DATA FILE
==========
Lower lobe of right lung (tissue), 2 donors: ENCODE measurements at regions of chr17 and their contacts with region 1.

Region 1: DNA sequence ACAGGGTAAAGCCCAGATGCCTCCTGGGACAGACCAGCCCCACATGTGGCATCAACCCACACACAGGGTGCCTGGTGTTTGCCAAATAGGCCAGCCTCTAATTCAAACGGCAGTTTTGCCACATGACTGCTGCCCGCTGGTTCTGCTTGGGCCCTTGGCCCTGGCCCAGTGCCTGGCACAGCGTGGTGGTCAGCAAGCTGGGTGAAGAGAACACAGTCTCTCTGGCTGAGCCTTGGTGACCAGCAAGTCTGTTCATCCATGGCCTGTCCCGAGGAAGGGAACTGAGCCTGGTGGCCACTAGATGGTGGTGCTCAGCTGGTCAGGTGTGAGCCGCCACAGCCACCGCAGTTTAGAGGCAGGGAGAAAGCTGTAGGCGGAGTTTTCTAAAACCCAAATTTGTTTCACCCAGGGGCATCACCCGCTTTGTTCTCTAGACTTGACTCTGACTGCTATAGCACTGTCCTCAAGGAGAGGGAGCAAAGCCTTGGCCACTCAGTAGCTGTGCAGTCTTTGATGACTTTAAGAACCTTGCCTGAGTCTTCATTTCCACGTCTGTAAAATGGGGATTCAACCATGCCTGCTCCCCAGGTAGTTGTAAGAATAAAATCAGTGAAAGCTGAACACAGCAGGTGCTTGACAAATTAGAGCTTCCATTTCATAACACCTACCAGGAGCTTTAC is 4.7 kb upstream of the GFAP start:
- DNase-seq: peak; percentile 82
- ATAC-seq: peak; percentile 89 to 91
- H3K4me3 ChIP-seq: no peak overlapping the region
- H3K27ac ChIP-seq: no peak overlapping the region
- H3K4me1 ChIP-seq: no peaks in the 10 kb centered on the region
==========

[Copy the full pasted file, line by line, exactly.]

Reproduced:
Lower lobe of right lung (tissue), 2 donors: ENCODE measurements at regions of chr17 and their contacts with region 1.

Region 1: DNA sequence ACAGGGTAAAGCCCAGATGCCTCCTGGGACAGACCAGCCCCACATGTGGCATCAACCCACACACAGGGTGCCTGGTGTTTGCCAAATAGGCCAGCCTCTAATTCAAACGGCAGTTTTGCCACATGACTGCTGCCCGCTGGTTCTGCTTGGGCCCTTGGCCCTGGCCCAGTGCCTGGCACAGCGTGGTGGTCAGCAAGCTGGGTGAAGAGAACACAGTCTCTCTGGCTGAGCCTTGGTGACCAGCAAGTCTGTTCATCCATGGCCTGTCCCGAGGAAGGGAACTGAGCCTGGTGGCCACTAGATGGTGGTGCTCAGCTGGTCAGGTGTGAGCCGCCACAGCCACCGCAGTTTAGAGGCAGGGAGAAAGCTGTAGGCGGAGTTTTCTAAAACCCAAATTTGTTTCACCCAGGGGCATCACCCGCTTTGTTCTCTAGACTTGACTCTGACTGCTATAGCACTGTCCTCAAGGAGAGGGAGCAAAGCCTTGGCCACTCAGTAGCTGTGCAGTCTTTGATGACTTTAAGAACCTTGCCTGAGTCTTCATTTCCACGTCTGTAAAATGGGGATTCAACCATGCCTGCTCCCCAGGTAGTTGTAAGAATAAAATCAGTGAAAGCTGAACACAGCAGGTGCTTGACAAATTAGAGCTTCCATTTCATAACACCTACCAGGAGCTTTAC is 4.7 kb upstream of the GFAP start:
- DNase-seq: peak; percentile 82
- ATAC-seq: peak; percentile 89 to 91
- H3K4me3 ChIP-seq: no peak overlapping the region
- H3K27ac ChIP-seq: no peak overlapping the region
- H3K4me1 ChIP-seq: no peaks in the 10 kb centered on the region